The Tiehchanshan structure of NW Taiwan: A potential geological reservoir for CO2 sequestration

  • Author(s): Kenn-Ming Yang, Bo-Iuan Chuang, Ching-Yun Hsieh, Bee-Der Yuan, Hsin-Hsiu Ting, and Jar-Ben Wang
  • DOI: 10.3319/TAO.2017.05.25.01
  • Keywords: Carbon dioxide sequestration, Structural geology, Sequence stratigraphy, Tiehchanshan structure
  • Softly linked subsurface settings with opposed vergence of Tiehchanshan structure
  • Kinematics and strain variation of thrust-related folds
  • Stacking pattern of sequence units of sandstone layers for CO2 storage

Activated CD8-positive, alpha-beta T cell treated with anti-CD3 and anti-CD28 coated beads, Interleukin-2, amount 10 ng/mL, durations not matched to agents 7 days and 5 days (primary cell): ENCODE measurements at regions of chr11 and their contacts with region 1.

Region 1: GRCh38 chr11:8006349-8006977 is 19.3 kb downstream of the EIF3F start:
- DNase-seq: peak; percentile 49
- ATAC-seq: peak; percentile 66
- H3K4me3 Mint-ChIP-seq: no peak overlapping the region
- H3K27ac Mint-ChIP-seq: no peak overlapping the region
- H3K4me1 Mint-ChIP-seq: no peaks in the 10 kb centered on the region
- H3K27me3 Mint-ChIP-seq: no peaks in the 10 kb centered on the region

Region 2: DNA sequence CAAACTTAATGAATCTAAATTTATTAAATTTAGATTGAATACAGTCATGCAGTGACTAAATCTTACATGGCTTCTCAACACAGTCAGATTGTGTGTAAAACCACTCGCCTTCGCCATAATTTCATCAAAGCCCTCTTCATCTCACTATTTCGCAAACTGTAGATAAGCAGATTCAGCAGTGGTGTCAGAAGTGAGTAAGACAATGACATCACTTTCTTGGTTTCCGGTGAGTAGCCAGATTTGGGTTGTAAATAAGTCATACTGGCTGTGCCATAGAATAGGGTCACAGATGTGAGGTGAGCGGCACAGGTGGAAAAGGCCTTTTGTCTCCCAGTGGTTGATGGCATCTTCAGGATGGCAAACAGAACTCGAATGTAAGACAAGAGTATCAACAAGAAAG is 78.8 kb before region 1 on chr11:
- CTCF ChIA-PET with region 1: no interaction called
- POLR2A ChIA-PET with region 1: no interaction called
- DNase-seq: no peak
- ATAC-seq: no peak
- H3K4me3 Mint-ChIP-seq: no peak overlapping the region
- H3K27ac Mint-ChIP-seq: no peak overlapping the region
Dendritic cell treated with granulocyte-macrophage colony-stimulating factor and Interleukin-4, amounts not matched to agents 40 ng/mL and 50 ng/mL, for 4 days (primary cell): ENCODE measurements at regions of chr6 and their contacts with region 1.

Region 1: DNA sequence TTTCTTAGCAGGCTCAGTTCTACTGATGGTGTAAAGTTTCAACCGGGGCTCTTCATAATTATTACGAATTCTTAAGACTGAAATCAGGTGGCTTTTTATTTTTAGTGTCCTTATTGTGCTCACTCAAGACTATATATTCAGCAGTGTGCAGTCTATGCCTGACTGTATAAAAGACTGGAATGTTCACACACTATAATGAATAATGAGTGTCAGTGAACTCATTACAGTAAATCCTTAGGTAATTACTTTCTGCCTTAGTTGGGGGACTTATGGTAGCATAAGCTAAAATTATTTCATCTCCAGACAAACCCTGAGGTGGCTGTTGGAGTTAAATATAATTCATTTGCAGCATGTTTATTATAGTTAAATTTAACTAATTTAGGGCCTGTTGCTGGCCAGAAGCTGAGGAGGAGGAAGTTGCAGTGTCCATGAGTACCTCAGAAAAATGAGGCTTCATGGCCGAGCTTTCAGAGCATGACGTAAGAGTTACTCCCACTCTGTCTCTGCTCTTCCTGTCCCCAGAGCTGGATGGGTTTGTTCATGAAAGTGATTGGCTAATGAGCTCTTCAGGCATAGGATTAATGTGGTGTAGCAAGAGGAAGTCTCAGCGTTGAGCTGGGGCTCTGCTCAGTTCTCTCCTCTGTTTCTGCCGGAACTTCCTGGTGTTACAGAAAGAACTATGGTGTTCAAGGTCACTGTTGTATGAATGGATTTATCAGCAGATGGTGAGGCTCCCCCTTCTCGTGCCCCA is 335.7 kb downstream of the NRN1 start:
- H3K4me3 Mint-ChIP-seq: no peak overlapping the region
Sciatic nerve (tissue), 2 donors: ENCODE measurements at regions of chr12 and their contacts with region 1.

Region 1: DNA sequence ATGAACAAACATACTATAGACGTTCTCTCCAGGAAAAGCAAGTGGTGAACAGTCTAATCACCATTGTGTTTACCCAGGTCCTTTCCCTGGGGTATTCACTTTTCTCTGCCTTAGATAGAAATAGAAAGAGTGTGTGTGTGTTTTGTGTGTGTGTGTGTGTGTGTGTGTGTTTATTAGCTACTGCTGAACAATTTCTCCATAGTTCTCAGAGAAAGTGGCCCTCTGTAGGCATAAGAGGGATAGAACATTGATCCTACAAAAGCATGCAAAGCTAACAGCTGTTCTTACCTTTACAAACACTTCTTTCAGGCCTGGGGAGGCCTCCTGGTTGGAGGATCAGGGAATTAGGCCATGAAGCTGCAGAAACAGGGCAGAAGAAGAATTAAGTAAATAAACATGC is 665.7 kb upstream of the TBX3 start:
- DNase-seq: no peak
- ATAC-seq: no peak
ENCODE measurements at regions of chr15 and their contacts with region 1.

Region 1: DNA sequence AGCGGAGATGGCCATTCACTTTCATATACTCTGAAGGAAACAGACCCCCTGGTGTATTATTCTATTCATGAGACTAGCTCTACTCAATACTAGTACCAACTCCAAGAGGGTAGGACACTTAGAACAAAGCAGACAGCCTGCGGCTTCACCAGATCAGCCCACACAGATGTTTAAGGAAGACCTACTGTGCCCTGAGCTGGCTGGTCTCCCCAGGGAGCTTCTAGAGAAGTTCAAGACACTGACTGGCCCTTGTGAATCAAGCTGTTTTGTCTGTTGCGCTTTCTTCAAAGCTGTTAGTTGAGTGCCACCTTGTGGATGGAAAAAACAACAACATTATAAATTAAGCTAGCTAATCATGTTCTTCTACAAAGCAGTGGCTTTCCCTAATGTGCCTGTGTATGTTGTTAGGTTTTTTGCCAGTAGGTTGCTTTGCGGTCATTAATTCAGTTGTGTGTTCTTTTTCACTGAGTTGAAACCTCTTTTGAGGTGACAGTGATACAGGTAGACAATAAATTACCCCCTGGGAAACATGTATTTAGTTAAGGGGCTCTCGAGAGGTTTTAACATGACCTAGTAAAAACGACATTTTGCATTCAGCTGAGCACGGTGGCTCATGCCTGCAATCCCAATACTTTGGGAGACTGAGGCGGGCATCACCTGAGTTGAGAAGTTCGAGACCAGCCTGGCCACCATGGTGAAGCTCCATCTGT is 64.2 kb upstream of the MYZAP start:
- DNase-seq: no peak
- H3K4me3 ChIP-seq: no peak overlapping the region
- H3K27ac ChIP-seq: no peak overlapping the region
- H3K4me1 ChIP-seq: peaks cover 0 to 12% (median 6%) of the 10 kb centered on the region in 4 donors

In the outer foothills belt of northwestern Taiwan, the Tiehchanshan structure is a complex anticline among a train of fault-related folds that are segmented and geometrically affected by a set of pre-existing transcurrent faults. The structure is the largest gas-field in western Taiwan and has been regarded as the best site for CO2 sequestration. In spite of its simple surface geometry, its subsurface structure remains debatable. This study used a grid of seismic sections and wellbore data to establish a new 3-D geometry of subsurface structure, which was combined lithofacies characters of the target reservoir rock, the Yutengping Sandstone, to build a geological model for CO2 sequestration.On the surface, the Tiehchanshan structure is characterized by two segmented anticlines offset by a tear fault striking at high angle to the fold axis. The subsurface geometry of the Tiehchanshan structure is, however, composed of two anticlines with opposite vergence divided by a transfer, implying that the separated folds are related to slip along the thrusts with opposite dip direction. The subsurface transfer structure can be manifested by increasing fold symmetry and decreasing dip angle and slip of fold-forming thrust toward the surface and by local change in strike of fold axis. The mapped axial surface strongly suggests that the folds of opposite vergence are softly linked in the subsurface, implying that the suspected tear fault in the surface transfer zone may not exist in the subsurface. The subsurface transfer zone, located in the area to the south, is much wider than the surface transfer zone.The Yutengping Sandstone is composed of several sandstone units characterized by coarsening-upward cycles, with few interbedded fining-upward cycles. The sandstone member can be further divided into four well-defined sandstone layers, which are separated by laterally continuous shale layers. In view of the structural and stratigraphic characteristics, the optimum area for CO2 injection and storage is in the structurally highest part of the Tunghsiao anticline in the northern part of the Tiehchanshan structure. The integrity of the closure and the overlying seal are not disrupted by the pre-orogenic high-angle faults. On the other hand, a thick continuous shale layer within the Yutengping Sandstone isolates the topmost sandy layer from the underlying ones and gives another important factor to the CO2 injection simulation.

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